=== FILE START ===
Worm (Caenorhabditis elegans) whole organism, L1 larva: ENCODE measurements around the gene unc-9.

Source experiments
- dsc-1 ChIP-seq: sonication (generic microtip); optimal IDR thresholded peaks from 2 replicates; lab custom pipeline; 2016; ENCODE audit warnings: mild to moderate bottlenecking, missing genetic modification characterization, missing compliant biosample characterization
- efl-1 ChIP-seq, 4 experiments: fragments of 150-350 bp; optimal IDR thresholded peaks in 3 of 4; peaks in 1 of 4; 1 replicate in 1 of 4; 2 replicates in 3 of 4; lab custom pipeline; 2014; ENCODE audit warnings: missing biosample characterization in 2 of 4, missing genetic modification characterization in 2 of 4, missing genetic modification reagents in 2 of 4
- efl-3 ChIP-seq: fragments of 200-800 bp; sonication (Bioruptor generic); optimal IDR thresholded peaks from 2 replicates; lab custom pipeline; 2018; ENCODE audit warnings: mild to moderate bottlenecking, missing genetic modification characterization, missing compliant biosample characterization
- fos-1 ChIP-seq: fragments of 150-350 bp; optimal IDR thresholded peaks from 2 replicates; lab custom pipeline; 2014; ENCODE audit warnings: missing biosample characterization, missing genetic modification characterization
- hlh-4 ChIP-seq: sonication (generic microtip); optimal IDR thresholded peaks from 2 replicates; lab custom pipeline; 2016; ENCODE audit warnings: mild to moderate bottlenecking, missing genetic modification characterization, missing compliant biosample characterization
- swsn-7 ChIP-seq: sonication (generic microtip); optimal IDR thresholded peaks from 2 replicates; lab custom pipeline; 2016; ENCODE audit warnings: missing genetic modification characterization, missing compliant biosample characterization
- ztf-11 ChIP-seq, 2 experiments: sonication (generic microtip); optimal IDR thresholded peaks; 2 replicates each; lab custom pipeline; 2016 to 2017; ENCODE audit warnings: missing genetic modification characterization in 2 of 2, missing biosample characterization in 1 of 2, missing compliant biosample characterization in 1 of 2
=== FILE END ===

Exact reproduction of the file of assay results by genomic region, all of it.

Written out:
Worm (Caenorhabditis elegans) whole organism, L1 larva: ENCODE measurements around the gene unc-9.

Source experiments
- dsc-1 ChIP-seq: sonication (generic microtip); optimal IDR thresholded peaks from 2 replicates; lab custom pipeline; 2016; ENCODE audit warnings: mild to moderate bottlenecking, missing genetic modification characterization, missing compliant biosample characterization
- efl-1 ChIP-seq, 4 experiments: fragments of 150-350 bp; optimal IDR thresholded peaks in 3 of 4; peaks in 1 of 4; 1 replicate in 1 of 4; 2 replicates in 3 of 4; lab custom pipeline; 2014; ENCODE audit warnings: missing biosample characterization in 2 of 4, missing genetic modification characterization in 2 of 4, missing genetic modification reagents in 2 of 4
- efl-3 ChIP-seq: fragments of 200-800 bp; sonication (Bioruptor generic); optimal IDR thresholded peaks from 2 replicates; lab custom pipeline; 2018; ENCODE audit warnings: mild to moderate bottlenecking, missing genetic modification characterization, missing compliant biosample characterization
- fos-1 ChIP-seq: fragments of 150-350 bp; optimal IDR thresholded peaks from 2 replicates; lab custom pipeline; 2014; ENCODE audit warnings: missing biosample characterization, missing genetic modification characterization
- hlh-4 ChIP-seq: sonication (generic microtip); optimal IDR thresholded peaks from 2 replicates; lab custom pipeline; 2016; ENCODE audit warnings: mild to moderate bottlenecking, missing genetic modification characterization, missing compliant biosample characterization
- swsn-7 ChIP-seq: sonication (generic microtip); optimal IDR thresholded peaks from 2 replicates; lab custom pipeline; 2016; ENCODE audit warnings: missing genetic modification characterization, missing compliant biosample characterization
- ztf-11 ChIP-seq, 2 experiments: sonication (generic microtip); optimal IDR thresholded peaks; 2 replicates each; lab custom pipeline; 2016 to 2017; ENCODE audit warnings: missing genetic modification characterization in 2 of 2, missing biosample characterization in 1 of 2, missing compliant biosample characterization in 1 of 2